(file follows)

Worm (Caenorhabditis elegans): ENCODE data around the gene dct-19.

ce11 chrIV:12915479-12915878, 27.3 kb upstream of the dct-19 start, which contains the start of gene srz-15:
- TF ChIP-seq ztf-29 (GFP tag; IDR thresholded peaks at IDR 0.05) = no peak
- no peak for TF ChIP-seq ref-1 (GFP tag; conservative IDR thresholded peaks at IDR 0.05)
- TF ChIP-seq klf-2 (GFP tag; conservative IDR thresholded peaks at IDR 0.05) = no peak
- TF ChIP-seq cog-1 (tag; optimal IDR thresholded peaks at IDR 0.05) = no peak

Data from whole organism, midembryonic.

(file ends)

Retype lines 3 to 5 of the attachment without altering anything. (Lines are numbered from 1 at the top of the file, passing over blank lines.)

- TF ChIP-seq ztf-29 (GFP tag; IDR thresholded peaks at IDR 0.05) = no peak
- no peak for TF ChIP-seq ref-1 (GFP tag; conservative IDR thresholded peaks at IDR 0.05)
- TF ChIP-seq klf-2 (GFP tag; conservative IDR thresholded peaks at IDR 0.05) = no peak